China Central Television (CCTV), the Chinese government's state broadcaster, will once again show NBA games in China after keeping the popular league off the air for more than a year as punishment for Houston Rockets general manager Daryl Morey’s support of pro-democracy protests in Hong Kong.
Morey's tweets came as several NBA teams were ready to play pre-season games in China and set off a battle in which Beijing took NBA games off the air, cost the league millions.
Chinese television will now air Game 5 of the NBA Finals, in which the Miami Heat will face off against the Los Angeles Lakers. The game is scheduled to take place on Friday night in he U.S.
According to ESPN, CCTV said it would begin re-airing games due to the league’s assistance to China in fighting COVID-19.
"During the recent Chinese National Day and Mid-Autumn Festival celebrations, the NBA sent their well wishes to fans in China," CCTV said in a statement, according to ESPN. "We also took note of the league has been continuously delivering goodwill [to China], particularly making positive contributions to Chinese people's fight against COVID-19 pandemic."
The league came under fire from China after Morey tweeted, “Fight for Freedom. Stand with Hong Kong."
Hours after the tweet, Rockets owner Tillman Fertitta sought to distance the organization from Morey’s tweet, saying, “Our presence in Tokyo is all about the promotion of the @NBA internationally and we are NOT a political organization."
Morey’s tweet was eventually deleted, and he later clarified that his tweet did not reflect the opinions of the Rockets. Nevertheless, the tweet still elicited strong reactions, with CCTV announcing that it would stop broadcasting games. Similarly, the Chinese Basketball Association cut its ties with the Rockets.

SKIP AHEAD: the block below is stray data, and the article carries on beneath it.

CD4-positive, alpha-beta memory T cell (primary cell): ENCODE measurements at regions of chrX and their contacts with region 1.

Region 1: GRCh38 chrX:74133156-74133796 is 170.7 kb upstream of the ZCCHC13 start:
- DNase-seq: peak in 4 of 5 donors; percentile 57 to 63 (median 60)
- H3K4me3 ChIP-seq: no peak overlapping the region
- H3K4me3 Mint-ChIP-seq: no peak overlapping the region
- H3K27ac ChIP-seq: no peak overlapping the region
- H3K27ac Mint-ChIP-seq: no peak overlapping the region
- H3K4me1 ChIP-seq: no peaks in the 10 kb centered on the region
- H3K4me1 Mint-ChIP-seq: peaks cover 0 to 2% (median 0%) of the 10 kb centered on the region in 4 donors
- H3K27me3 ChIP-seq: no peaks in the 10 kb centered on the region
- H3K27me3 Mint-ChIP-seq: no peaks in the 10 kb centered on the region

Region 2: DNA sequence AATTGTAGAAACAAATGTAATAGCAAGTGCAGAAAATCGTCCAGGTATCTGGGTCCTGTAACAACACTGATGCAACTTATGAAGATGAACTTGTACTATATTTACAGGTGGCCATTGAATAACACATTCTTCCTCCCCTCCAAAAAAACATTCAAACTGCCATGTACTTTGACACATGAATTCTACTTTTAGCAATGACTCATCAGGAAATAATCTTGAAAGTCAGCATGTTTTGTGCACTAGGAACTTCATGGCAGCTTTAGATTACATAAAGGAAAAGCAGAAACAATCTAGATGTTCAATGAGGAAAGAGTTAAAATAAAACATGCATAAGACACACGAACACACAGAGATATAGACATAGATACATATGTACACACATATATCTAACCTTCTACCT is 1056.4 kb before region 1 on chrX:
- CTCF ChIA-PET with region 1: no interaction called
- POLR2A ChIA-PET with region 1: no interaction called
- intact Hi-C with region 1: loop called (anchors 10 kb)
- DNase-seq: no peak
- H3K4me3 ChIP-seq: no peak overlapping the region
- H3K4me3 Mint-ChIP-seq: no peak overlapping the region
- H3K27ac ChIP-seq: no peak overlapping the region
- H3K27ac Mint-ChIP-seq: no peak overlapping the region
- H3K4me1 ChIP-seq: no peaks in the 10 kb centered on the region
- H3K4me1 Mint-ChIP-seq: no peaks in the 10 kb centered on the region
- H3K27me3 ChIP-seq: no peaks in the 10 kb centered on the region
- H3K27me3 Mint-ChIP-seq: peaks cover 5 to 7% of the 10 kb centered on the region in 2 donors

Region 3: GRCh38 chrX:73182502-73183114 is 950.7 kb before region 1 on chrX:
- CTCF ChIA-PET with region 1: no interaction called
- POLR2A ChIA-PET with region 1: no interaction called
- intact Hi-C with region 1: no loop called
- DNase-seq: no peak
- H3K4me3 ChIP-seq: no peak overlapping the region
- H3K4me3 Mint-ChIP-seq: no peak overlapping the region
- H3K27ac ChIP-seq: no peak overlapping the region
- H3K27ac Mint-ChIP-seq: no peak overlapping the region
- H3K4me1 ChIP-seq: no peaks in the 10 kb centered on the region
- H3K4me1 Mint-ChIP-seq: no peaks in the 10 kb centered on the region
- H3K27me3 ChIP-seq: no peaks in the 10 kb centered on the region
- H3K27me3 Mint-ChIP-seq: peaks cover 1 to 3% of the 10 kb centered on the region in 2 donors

The NBA itself called Morey’s statement “regrettable,” saying it recognized that the comments “have deeply offended many of our friends and fans in China.”
Lawmakers and journalists alike criticized the league’s response, with GOP lawmakers in particular saying the events showed the NBA's business ties with China are too close.
The Rockets have been one of the most popular teams in China since picking Hall of Fame center Yao Ming first in the 2002 NBA draft.
The Hill has reached out to the NBA for comment.
The decision by China is important for the NBA and the NBA players.
Salary caps for NBA teams are expected to be lowered because of the coronavirus pandemic, which has prevented teams from playing in front of fans and will likely make playing with paid fans difficult going forward.
Losing the broadcast revenue from China has also cut into the NBA's bottom line.